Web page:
Passing Bull 152 – Civility and civilisation


In commenting on the current White House, a friend of mine said: ‘Civility, a basis for any form of good human relations, is completely absent from their dealings with everybody’.  That struck me as true.  I looked up ‘civility’.  The Compact OED has ‘politeness and courtesy’.  The OED itself says ‘The state of being civilised’ is archaic, but offers ‘Behaviour proper to the intercourse of civilised people; politeness…Seemliness.’

The last reference reminds us of the word ‘unseemly’, a word we use all the time to describe the conduct of Donald Trump.  In discussing ‘civilisation’ elsewhere, I said that ‘Put shortly, a group of people may be said to be ‘civilised’ to the extent that its members are ‘civil’ to others.’  I see no reason to change that view – indeed, the havoc being wrought by the present White House reinforces it.

Most Australians could not give a hoot about the current debate about teaching western civilisation at universities, but, for the entertainment of at least some of us, it is really getting worked up the usual suspects at the IPA, The Australian, and Sky News.

For example, today’s Australian has a piece rubbishing the ANU and extolling the virtues of western civilisation.  One of its best selling points is, apparently, the Reformation.  Since this affirmation came from Kevin Donnelly, the champion of Catholicism, it made a substantial contribution to my enjoyment of my weeties – but, then, as I recall, Tony Abbott had made a similar claim in describing what he saw as a failure of Islam – and I thought that was hilarious, too.

It is I think fair to say that historically universities have made a hash of talking about the civilisation of the west.  Cambridge and Oxford are still hopelessly imbued with idea that ancient Greece and Rome were civilised.  Elsewhere, I said:

The Oxford English Dictionary defines ‘civilize’ as ‘to make civil; to bring out of a state of barbarism, to instruct in the arts of life; to enlighten and refine’.  People who extol ancient Greece and Rome as ‘civilised’ obviously use the word in this final sense.  They see ‘enlightenment’ and ‘refinement’ as being enough to outweigh the barbarity of slavery or their many-godded naturalistic religions.  They see civilisation even though neither Greece nor Rome had then been blessed with the respect for the dignity of each human life that is at the foundation of the Judaeo-Christian tradition and which is elemental to our concept of ‘civilisation’.  Unlike Hamlet, the ancients had not heard the beautiful notion ‘that there is a special providence in the fall of a sparrow.’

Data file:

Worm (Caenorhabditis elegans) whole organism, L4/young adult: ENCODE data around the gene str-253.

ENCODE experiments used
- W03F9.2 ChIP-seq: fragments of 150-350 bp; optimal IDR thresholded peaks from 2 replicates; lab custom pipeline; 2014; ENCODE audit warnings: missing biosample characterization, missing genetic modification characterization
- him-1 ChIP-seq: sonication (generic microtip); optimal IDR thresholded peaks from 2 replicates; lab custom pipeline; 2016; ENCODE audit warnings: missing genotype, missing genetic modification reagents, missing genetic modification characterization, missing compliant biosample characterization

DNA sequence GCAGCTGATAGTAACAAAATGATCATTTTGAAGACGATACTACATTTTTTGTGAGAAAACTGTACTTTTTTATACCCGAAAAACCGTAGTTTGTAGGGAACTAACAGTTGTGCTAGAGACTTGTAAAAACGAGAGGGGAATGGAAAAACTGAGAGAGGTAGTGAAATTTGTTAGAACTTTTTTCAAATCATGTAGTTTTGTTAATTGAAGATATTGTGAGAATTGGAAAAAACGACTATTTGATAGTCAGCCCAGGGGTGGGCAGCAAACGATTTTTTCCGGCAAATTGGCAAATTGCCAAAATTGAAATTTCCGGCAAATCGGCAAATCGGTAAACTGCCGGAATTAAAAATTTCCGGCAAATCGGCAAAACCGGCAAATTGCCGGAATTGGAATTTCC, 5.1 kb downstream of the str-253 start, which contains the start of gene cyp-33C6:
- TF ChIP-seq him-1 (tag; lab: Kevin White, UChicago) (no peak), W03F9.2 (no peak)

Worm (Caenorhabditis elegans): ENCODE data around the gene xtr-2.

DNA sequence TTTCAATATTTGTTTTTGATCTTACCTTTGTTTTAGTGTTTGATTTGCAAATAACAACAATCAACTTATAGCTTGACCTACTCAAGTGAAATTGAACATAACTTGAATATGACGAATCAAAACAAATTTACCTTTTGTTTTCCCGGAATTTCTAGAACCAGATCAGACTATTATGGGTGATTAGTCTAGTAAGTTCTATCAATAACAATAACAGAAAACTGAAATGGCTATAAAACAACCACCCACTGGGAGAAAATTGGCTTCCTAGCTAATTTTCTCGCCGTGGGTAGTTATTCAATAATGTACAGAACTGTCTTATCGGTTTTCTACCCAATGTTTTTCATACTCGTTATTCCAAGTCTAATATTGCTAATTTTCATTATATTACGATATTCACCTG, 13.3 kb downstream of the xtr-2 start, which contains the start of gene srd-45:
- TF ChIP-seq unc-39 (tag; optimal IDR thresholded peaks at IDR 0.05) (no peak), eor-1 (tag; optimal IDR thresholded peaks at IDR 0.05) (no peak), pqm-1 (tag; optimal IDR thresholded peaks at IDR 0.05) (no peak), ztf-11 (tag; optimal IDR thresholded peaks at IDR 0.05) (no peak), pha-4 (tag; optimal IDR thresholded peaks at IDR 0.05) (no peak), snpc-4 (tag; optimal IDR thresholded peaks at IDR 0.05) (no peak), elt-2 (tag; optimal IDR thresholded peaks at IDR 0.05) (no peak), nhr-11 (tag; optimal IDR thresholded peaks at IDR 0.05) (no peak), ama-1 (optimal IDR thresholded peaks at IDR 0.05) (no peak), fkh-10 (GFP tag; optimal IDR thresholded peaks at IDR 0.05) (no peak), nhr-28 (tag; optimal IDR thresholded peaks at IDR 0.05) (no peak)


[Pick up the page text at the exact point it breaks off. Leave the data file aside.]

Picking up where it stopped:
The reference to the dignity of each human life is important.  In his piece this morning, Mr Donnelly referred to ‘the inherent dignity of the person’.  The notion comes not just from religion, but from Kant and other leaders of the movement called the Enlightenment (to which Mr Donnelly also refers).

But let us go back to the connection between civility and civilisation – and the unseemliness of the White House.  No one would say that Donald Trump represents whatever we might mean by western civilisation.  No one would say that he represents civility.  He is the antithesis of both.  Worst of all, no one would say that Donald Trump believes in ‘the inherent dignity of the person.’  He is dedicating his presidency to the obliteration of that dignity.

All that makes it curious that those who are loudest in supporting the teaching of western civilisation are often those who support Donald Trump.  For example, in this morning’s Australian, we find Mr Greg Sheridan saying:

Now, it should be remarked straight away, if Kim lives up to this commitment, then Trump will go down in history as a great statesman. But while we must remain open to that possibility, there is no real indication that it is likely.

If there was any doubt that Trump is a disgrace to his nation and his office, it was blown away by the appalling lack of civility that Trump and his ministers showed last weekend to his allies – and, if it matters, the leaders of those nations that truly represent what might called the flowering of that evanescent thing called western civilisation.  In order to qualify as a statesman, you have to be skilled in the management of public affairs – and you have to be civil.  Trump is disqualified on both counts.

Another disqualification for Trump is that any view of western civilisation must entail a subscription to the rule of law.  Trump treats the rule of law with contempt.

This discussion suggests that those who wish to promote the teaching of western civilisation need to refine what they may have in mind.  It may help to remember in this and other discussions that being ‘civilised’ entails being civil.

Then there is the epithet ‘western’ – presumably, as opposed to ‘eastern.’  At least one problem then is that when we say that we are inherently different to other people, we rarely think that the other people got the best deal – we nearly always think we are better off than them.  That is not the path that we want our university students to tread.  On one view, it is the root of intellectual evil.  What I have not seen in any of this discussion is any claim that western civilisation is in some way inferior to the eastern variety.  That would be like saying that you can get a better feed from a Chinese take-away than at the Tour d’Argent.

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